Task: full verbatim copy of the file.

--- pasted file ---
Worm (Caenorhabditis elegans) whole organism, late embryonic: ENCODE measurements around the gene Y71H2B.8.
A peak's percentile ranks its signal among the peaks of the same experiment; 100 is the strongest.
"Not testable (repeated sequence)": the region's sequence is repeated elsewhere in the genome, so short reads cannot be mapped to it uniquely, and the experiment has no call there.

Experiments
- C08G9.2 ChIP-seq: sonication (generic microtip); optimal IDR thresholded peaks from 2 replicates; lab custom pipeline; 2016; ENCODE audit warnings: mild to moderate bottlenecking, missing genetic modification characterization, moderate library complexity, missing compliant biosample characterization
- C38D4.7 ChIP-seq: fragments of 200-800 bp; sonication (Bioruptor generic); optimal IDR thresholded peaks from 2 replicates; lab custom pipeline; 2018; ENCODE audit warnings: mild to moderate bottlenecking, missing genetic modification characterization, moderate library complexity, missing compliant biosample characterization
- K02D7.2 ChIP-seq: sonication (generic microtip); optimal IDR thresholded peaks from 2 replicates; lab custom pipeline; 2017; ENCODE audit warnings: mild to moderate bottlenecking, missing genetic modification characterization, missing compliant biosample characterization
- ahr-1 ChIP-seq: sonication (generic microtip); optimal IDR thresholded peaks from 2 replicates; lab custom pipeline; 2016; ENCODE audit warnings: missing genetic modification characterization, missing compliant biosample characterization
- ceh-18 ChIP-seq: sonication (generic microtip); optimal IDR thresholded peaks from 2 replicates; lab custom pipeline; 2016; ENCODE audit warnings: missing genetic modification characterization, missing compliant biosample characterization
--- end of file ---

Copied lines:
Worm (Caenorhabditis elegans) whole organism, late embryonic: ENCODE measurements around the gene Y71H2B.8.
A peak's percentile ranks its signal among the peaks of the same experiment; 100 is the strongest.
"Not testable (repeated sequence)": the region's sequence is repeated elsewhere in the genome, so short reads cannot be mapped to it uniquely, and the experiment has no call there.

Experiments
- C08G9.2 ChIP-seq: sonication (generic microtip); optimal IDR thresholded peaks from 2 replicates; lab custom pipeline; 2016; ENCODE audit warnings: mild to moderate bottlenecking, missing genetic modification characterization, moderate library complexity, missing compliant biosample characterization
- C38D4.7 ChIP-seq: fragments of 200-800 bp; sonication (Bioruptor generic); optimal IDR thresholded peaks from 2 replicates; lab custom pipeline; 2018; ENCODE audit warnings: mild to moderate bottlenecking, missing genetic modification characterization, moderate library complexity, missing compliant biosample characterization
- K02D7.2 ChIP-seq: sonication (generic microtip); optimal IDR thresholded peaks from 2 replicates; lab custom pipeline; 2017; ENCODE audit warnings: mild to moderate bottlenecking, missing genetic modification characterization, missing compliant biosample characterization
- ahr-1 ChIP-seq: sonication (generic microtip); optimal IDR thresholded peaks from 2 replicates; lab custom pipeline; 2016; ENCODE audit warnings: missing genetic modification characterization, missing compliant biosample characterization
- ceh-18 ChIP-seq: sonication (generic microtip); optimal IDR thresholded peaks from 2 replicates; lab custom pipeline; 2016; ENCODE audit warnings: missing genetic modification characterization, missing compliant biosample characterization